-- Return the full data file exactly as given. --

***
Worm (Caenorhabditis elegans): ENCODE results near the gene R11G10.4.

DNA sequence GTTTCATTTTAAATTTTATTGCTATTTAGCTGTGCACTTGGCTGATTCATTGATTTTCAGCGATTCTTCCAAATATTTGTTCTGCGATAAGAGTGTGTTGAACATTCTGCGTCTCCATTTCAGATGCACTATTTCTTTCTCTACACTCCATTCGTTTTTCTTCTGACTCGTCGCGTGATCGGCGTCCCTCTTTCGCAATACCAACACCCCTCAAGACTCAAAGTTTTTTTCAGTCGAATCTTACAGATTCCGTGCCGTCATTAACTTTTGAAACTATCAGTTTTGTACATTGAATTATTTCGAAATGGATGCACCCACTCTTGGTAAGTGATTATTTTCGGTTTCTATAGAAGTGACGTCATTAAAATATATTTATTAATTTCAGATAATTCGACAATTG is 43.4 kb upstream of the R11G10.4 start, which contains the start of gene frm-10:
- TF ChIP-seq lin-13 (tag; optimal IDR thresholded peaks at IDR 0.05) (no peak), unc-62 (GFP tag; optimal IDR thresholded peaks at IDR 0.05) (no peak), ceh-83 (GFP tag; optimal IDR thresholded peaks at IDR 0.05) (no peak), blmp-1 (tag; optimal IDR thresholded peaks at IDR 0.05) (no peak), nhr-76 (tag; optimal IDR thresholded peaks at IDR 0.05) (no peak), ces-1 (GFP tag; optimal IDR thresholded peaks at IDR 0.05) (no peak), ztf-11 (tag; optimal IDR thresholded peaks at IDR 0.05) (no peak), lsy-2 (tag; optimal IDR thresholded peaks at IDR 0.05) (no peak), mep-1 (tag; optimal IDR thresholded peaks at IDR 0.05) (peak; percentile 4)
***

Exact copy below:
Worm (Caenorhabditis elegans): ENCODE results near the gene R11G10.4.

DNA sequence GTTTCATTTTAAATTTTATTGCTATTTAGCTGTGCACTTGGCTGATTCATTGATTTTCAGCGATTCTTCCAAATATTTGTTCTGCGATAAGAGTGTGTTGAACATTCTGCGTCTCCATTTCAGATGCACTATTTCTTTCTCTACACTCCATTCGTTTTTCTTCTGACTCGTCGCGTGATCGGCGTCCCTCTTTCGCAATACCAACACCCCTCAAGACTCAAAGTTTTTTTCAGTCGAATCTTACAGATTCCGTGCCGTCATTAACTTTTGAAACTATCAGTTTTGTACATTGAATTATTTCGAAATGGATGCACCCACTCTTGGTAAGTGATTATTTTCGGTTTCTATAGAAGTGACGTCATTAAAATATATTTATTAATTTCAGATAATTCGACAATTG is 43.4 kb upstream of the R11G10.4 start, which contains the start of gene frm-10:
- TF ChIP-seq lin-13 (tag; optimal IDR thresholded peaks at IDR 0.05) (no peak), unc-62 (GFP tag; optimal IDR thresholded peaks at IDR 0.05) (no peak), ceh-83 (GFP tag; optimal IDR thresholded peaks at IDR 0.05) (no peak), blmp-1 (tag; optimal IDR thresholded peaks at IDR 0.05) (no peak), nhr-76 (tag; optimal IDR thresholded peaks at IDR 0.05) (no peak), ces-1 (GFP tag; optimal IDR thresholded peaks at IDR 0.05) (no peak), ztf-11 (tag; optimal IDR thresholded peaks at IDR 0.05) (no peak), lsy-2 (tag; optimal IDR thresholded peaks at IDR 0.05) (no peak), mep-1 (tag; optimal IDR thresholded peaks at IDR 0.05) (peak; percentile 4)